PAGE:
The Hungriest Black Hole Ever Found Basically Eats a Whole Sun Every Day : ScienceAlert

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If you thought you had a voracious appetite, you’ve got nothing on a newly discovered supermassive black hole.

The black hole at the center of a quasar galaxy called J0529-4351 is guzzling down so much material it basically swallows about a Sun’s worth of gas and dust a day, onto a black hole that is already around 17 billion Suns’ worth of mass.

That’s the hungriest black hole we’ve spotted yet, says a team of astronomers led by Christian Wolf of the Australian National University, growing so fast that it’s practically at the maximum limit of how much material it can accrete.

It represents a fascinating laboratory for understanding how supermassive black holes grow and evolve on the extreme end of the scale. But also, it’s just really freaking awesome.

Supermassive black holes are a mind-boggling proposition. They’re black holes millions to billions of times the mass of the Sun, and they can usually be found at the centers of galaxies, the giant gravitational blob around which the entire thing rotates.

The thing is, scientists don’t really know how they got that way. Much smaller black holes – ones that are a few tens of solar masses – form from the direct collapse of the cores of massive stars when they die, and they can grow through collisions with other stellar-mass black holes.

But supermassive black holes are, frankly, too big for this formation channel to be efficient, particularly early in the Universe’s history.

There are other theoretical formation channels, but one way we can better understand how supermassive black holes get so chonky is by looking for ones that are growing, and study them. This is where quasars – like J0529-4351 – enter the scene. These are galaxies with central black holes that are feeding ravenously.

The black hole sits at the center of a huge, roiling, rotating mass of material that swirls around the black hole, feeding into it like water gurgling down a drain.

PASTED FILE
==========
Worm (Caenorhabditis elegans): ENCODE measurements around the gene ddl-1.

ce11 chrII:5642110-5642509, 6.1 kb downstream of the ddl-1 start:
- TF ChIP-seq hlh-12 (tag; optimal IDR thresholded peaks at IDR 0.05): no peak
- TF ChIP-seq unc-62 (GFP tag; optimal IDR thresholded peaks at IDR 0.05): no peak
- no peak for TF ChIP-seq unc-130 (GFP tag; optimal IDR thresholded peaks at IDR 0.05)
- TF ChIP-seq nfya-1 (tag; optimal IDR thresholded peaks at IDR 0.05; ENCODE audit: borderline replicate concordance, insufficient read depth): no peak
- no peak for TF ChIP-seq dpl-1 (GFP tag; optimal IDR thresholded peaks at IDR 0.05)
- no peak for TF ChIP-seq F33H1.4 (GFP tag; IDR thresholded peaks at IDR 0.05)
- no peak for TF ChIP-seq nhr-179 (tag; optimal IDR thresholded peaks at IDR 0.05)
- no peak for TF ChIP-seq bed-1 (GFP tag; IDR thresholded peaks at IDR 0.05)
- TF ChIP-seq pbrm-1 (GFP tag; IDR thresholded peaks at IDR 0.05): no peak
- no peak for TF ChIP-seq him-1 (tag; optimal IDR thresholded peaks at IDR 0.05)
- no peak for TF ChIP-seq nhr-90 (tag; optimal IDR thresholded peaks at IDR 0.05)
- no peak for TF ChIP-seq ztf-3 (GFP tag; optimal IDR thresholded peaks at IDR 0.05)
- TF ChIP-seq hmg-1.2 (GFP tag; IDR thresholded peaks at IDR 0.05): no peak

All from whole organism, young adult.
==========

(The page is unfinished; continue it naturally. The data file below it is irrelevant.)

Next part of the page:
The intense friction and gravity causes this material to heat up to billions or even trillions of degrees, blazing brightly across space in light across the spectrum. Astronomers can study this light, teasing it apart to work out the properties of the black hole within.

Quasar J0529-4351, as seen in the Dark Energy Survey, being photobombed by a foreground red dwarf star. (Wolf et al., Nat. Astron., 2024)

J0529-4351 is a quasar found in the Cosmic Noon, around 1.5 billion years after the Big Bang. That’s very early in the history of the Universe – its light has traveled for more than 12 billion years to reach us – which makes its huge mass of 17 to 19 billion times the mass of the Sun (not the heftiest ever seen, but certainly getting up there) challenging to understand.

However, the rate at which the black hole is consuming matter could shed some light on its colossal size. Wolf and his team calculated that the black hole is growing at a rate of around 370 solar masses per year. That’s a little more than the mass of the Sun falling onto the black hole every day.

Given the mass of the black hole, that’s very close to a limit known as the Eddington limit. That’s the maximum stable rate at which a black hole can feed. A black hole can briefly undergo super-Eddington accretion, but at these rates, the material starts to glow so strongly that the radiation pressure will push away the material around the black hole until it is out of gravitational reach.

That means that the black hole powering J0529-4351 is growing about as fast as it is able. Many quasars, in fact, appear to host black holes close to Eddington accretion; but J0529-4351 takes the biscuit. It’s the brightest and most rapacious supermassive black hole we’ve seen to date.

“In terms of luminosity and likely growth rate,” the researchers write, “J0529-4351 is the most extreme quasar known.”

There’s a lot we don’t understand yet about J0529-4351. The mechanisms for its massive accretion are not yet known; a closer look using the Atacama Large Millimeter/Submillimeter Array in Chile could reveal how gas is moving around in the galaxy, and how the galaxy is spinning. The team also hopes to find other extreme quasars lurking in the distant reaches of space and time.

Although such extreme examples of these objects are rare, Wolf and his colleagues believe there lie more, waiting to be discovered, out there in the wide and wonderful cosmos.

The research has been published in Nature Astronomy.

View original source here.

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